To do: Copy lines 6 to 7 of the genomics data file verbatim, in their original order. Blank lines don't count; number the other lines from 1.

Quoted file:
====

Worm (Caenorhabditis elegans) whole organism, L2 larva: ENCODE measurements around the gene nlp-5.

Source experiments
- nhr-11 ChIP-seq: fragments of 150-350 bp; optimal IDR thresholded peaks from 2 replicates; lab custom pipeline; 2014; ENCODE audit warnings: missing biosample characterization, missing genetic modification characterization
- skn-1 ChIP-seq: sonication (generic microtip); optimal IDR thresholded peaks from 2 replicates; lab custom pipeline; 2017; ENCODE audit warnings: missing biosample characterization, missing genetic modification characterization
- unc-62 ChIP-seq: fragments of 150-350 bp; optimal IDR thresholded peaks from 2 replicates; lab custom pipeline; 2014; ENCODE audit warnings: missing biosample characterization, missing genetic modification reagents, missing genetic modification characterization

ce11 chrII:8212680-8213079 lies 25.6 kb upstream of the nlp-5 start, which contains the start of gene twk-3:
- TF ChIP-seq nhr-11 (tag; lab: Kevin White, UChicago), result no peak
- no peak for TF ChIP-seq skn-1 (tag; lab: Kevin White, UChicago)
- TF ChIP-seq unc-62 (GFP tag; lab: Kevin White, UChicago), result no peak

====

ce11 chrII:8212680-8213079 lies 25.6 kb upstream of the nlp-5 start, which contains the start of gene twk-3:
- TF ChIP-seq nhr-11 (tag; lab: Kevin White, UChicago), result no peak